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A Strangeness in My Mind [Reading] ➶ A Strangeness in My Mind By Orhan Pamuk – Natus-physiotherapy.co.uk From the Nobel Prize winner and best selling author of Snow and My Name Is Red a soaring, panoramic new novel his first since The Museum of Innocence telling the unforgettable tale of an Istanbul stre From the Nobel Prize winner and in My ePUB ´ best selling author of Snow and My Name Is Red a soaring, panoramic new novel his first since The Museum of Innocence telling the unforgettable tale of an Istanbul street A Strangeness PDF or vendor and the love of his life Since his boyhood in a poor village in Central Anatolia, Mevlut Karata has fantasized about what his life would become Not getting as far in school as he d hoped, Strangeness in My MOBI ï at the age of twelve he comes to Istanbul the center of the world and is immediately enthralled by both the old city that is disappearing and the new one that is fast being built He follows his father s trade, selling boza a traditional mildly alcoholic Turkish drink on the street, and hoping to become rich, like other villagers who have settled the desolate hills outside the booming metropolis But luck never seems to be on Mevlut s side As he watches his relations settle down and make their fortunes, he spends three years writing love letters to a girl he saw just once at a wedding, only to elope by mistake with her sister And though he grows to cherish his wife and the family they have, he stumbles toward middle age in a series of jobs leading nowhere His sense of missing something leads him sometimes to the politics of his friends and intermittently to the teachings of a charismatic religious guide But every evening, without fail, Mevlut still wanders the streets of Istanbul, selling boza and wondering at the strangeness in his mind, the sensation that makes him feel different from everyone else, until fortune conspires once to let him understand at last what it is he has always yearned forTold from different perspectives by a host of beguiling characters, A Strangeness in My Mind is a modern epic of coming of age in a great city, a brilliant tableau of life among the newcomers who have changed the face of Istanbul over the past fifty years Here is a mesmerizing story of human longing, sure to take its place among Pamuk s finest achievements.

    A Strangeness in My Mind PDF º in My ePUB ´ A his father s trade, selling boza a traditional mildly alcoholic Turkish drink on the street, and hoping to become rich, like other villagers who have settled the desolate hills outside the booming metropolis But luck never seems to be on Mevlut s side As he watches his relations settle down and make their fortunes, he spends three years writing love letters to a girl he saw just once at a wedding, only to elope by mistake with her sister And though he grows to cherish his wife and the family they have, he stumbles toward middle age in a series of jobs leading nowhere His sense of missing something leads him sometimes to the politics of his friends and intermittently to the teachings of a charismatic religious guide But every evening, without fail, Mevlut still wanders the streets of Istanbul, selling boza and wondering at the strangeness in his mind, the sensation that makes him feel different from everyone else, until fortune conspires once to let him understand at last what it is he has always yearned forTold from different perspectives by a host of beguiling characters, A Strangeness in My Mind is a modern epic of coming of age in a great city, a brilliant tableau of life among the newcomers who have changed the face of Istanbul over the past fifty years Here is a mesmerizing story of human longing, sure to take its place among Pamuk s finest achievements."/>
  • Hardcover
  • 624 pages
  • A Strangeness in My Mind
  • Orhan Pamuk
  • English
  • 19 March 2019
  • 0307700291

About the Author: Orhan Pamuk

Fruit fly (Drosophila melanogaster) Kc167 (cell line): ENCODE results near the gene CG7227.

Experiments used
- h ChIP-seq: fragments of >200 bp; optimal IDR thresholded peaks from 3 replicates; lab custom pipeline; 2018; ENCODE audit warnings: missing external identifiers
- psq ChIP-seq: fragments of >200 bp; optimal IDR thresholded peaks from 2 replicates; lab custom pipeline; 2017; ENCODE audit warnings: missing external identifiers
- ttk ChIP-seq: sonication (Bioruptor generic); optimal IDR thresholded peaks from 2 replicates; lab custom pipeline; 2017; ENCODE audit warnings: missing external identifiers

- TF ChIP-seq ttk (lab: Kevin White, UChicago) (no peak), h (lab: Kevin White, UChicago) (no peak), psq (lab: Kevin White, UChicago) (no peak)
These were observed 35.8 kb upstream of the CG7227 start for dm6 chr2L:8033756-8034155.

Orhan Pamuk was born in Istanbul in My ePUB ´ in and grew up in a large family similar to those which he describes in his novels Cevdet Bey and His Sons and The Black Book, in the wealthy A Strangeness PDF or westernised district of Nisantasi As he writes in his autobiographical book Istanbul, from his childhood until the age of he devoted himself largely to painting and dreamed of becoming an artist After graduating from the secular Strangeness in My MOBI ï American Robert College in Istanbul, he studied architecture at Istanbul Technical University for three years, but abandoned the course when he gave up his ambition to become an architect and artist He went on to graduate in journalism from Istanbul University, but never worked as a journalist At the age of Pamuk decided to become a novelist, and giving up everything else retreated into his flat and began to writeHis first novel Cevdet Bey and His Sons was published seven years later in The novel is the story of three generations of a wealthy Istanbul family living in Nisantasi, Pamuk s own home district The novel was awarded both the Orhan Kemal and Milliyet literary prizes The following year Pamuk published his novel The Silent House, which in French translation won the Prix de la d couverte europ ene The White Castle about the frictions and friendship between a Venetian slave and an Ottoman scholar was published in English and many other languages from onwards, bringing Pamuk his first international fame The same year Pamuk went to America, where he was a visiting scholar at Columbia University in New York from to It was there that he wrote most of his novel The Black Book, in which the streets, past, chemistry and texture of Istanbul are described through the story of a lawyer seeking his missing wife This novel was published in Turkey in , and the French translation won the Prix France Culture The Black Book enlarged Pamuk s fame both in Turkey and internationally as an author at once popular and experimental, and able to write about past and present with the same intensity In Pamuk s daughter R ya was born That year saw the production of a film Hidden Face, whose script by Pamuk was based on a one page story in The Black BookHis novel The New Life, about young university students influenced by a mysterious book, was published in Turkey in and became one of the most widely read books in Turkish literature My Name Is Red, about Ottoman and Persian artists and their ways of seeing and portraying the non western world, told through a love story and family story, was published in This novel won the French Prix du meilleur livre tranger, the Italian Grinzane Cavour and the International IMPAC Dublin literary award From the mid s Pamuk took a critical stance towards the Turkish state in articles about human rights and freedom of thought, although he took little interest in politics Snow, which he describes as my first and last political novel was published in In this book set in the small city of Kars in northeastern Turkey he experimented with a new type of political novel , telling the story of violence and tension between political Islamists, soldiers, secularists, and Kurdish and Turkish nationalists Snow was selected as one of the best books of by The New York Times In a selection of his articles on literature and culture written for newspapers and magazines in Turkey and abroad, together with a selection of writings from his private notebooks, was published under the title Other Colours Pamuk s most recent book, Istanbul, is a poetical work that is hard to classify, combining the author s early memoirs up to the age of , and an essay about the city of Istanbul, illustrated with photographs from his own album, and pictures by western painters and Turkish photographers.